Every year a new FIFA arrives and every year reviewers copy and paste their review from the year before – 9/10, job done and so the cash tills overflow, along with EA’s coffers. This year, things have changed, because for once can you actually notice the subtle changes to gameplay, well slightly anyway.
The buzzwords actually make some difference to what plays out in front of you this time around, the active touch system provides the neat little flick up volleys, disguised touch and has the animations to match. There’s also Timed Finishing, allowing you to double tap shoot to provide more accuracy and power to your attempt at goal, although most people I know have already switched this off.
One other feature you may notice is the Dynamic Tactics, a fancy way of saying you can change the way your team plays the game during the match, be that with formations, the mentality of your team or its playstyle, oh and apparently every challenge matters now, thanks to a change to 50/50 battles. So that’s what’s changed for good and bad.
It’s fair to say this all takes a while to get used to, although there’s always a bedding in period for new FIFA games, Maybe you’ll eventually turn on Timed Finishing for instance? Not that I have, or indeed have I ever got used to the change to defending from a few years ago, with one of my first moves always being to head into the menu and change the option to Legacy Defending.
Writing a review for FIFA does always feel like a bit of a waste of time because as a rule, not that much changes from year to year. This means all the game modes you are used to are still there, albeit with a few tweaks and this year there’s even the added bonus of The Champion’s League, which will no doubt excite Ultimate Team players more than anyone else.
Speaking of Ultimate Team, this is EA’s big money spinner, so it seems a good place to start, although once it gets its hooks into you, it’s likely the only mode you’ll end up playing. Last year I was addicted to Squad Battles and it’s no different this year. I love that you can play various matches and win packs and coins, it’s a much better alternative than having to buy them and kind on my wallet too. I do wish you could make the matches shorter as having to play four matches a day can take a lot of time when you have a busy schedule, but you can’t have everything I don’t suppose.
There’s an absolute ton of modes within Ultimate Team itself, including a new addition in the shape of Division Rivals, where you’ll match up against players of a similar skill level. The higher your division, the better the rewards you’ll earn, but to get up to the heights you’ll likely need to make sure you spend some money out on a decent team. Personally, I’m going to try and avoid spending hundreds of pounds on Ultimate Team cards this year. Maybe I’ll see if I can build one without spending a penny (not likely).
EA has also made some changes to the Career Mode this year. It’s a mode I used to love spending time in, but I’ve found myself in Ultimate Team more and more, which means I’ve neglected Career Mode throughout the years. This time around EA has included Champions League Integration, Dynamic Tactics and an Ultimate difficulty level too, while there are also brand-new training games such as Race against the clock, 1-2 Passing, Obstacle Shooting and more.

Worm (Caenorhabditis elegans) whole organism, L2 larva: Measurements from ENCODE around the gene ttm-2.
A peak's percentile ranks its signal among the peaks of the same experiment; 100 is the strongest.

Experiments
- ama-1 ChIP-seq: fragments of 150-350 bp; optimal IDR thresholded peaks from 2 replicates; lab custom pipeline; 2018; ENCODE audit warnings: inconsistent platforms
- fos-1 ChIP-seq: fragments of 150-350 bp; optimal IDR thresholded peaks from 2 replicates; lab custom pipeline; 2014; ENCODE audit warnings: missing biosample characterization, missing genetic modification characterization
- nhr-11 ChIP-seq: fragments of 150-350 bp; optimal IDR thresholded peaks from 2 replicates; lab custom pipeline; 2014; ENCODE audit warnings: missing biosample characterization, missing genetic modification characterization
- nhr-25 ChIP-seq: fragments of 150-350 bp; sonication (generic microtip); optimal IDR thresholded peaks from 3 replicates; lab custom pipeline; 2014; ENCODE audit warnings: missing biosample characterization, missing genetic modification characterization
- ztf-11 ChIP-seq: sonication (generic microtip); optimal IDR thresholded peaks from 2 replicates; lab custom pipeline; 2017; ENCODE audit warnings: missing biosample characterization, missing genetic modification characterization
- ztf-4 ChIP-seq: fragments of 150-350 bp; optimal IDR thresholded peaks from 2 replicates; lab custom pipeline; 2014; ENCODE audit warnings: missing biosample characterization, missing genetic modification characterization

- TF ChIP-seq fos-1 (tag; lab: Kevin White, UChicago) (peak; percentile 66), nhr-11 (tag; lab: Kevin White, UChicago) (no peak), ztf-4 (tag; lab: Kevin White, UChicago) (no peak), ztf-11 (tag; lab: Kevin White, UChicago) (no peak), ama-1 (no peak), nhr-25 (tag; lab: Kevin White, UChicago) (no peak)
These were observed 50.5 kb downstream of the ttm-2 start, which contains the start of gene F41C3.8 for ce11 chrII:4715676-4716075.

If Career or Ultimate Team is not your thing, then why are you playing FIFA? But seriously, if for some reason you are buying FIFA for the story, then you can at least sink your teeth into The Journey. This time around Alex Hunter is joined by Danny Williams and Kim Hunter, each with their own complete story, allowing you to follow the path of all three, or if you like, just follow one character and see their story through to the end. I’ve always found The Journey to be a decent story and it’s certainly got better over the three years of its existence. I’ve loved the opening this time around, as it looks back on Jim Hunter and gives a 60’s themed match to play through, complete with authentic crunching tackles and old-fashioned commentary. Sure I understand most people will skip this mode completely, but I’d say it’s definitely worth a look.
As I say, if you are a FIFA fan then you likely already know what you’re getting in FIFA 19. To be honest the changes are minor in the grand scheme of things, but isn’t this always the case anyway? FIFA is a pretty polished game already, so you if you’ve never played and are finally coming out from under that rock then don’t worry because whatever version you’re playing you are always going to pick up a quality game.
I’ll never tire of FIFA as a game, I don’t think, however, I am a bit fed up with the yearly releases. I really can’t see anything here which couldn’t have been done via a large patch. Ubisoft has it right with Assassin’s Creed, moving the franchise to a bi-annual release. Why can’t FIFA do this? I’d happily pay £20 for a large patch in the gap year, which could provide the sort of update which we see here, and doing so may give the developer time to make the sort of significant changes which could really take the series to the next level. After all, what can really be done in a year?
All the time people still buy it FIFA will be a yearly release, so maybe it’s just pipe dream that we’ll see it move to a bi-annual release or even a game as a service, where we pay for each ‘season,’ but in my opinion, if this ever does happen, it’ll be for the best.
*Code kindly provided by the publisher for review*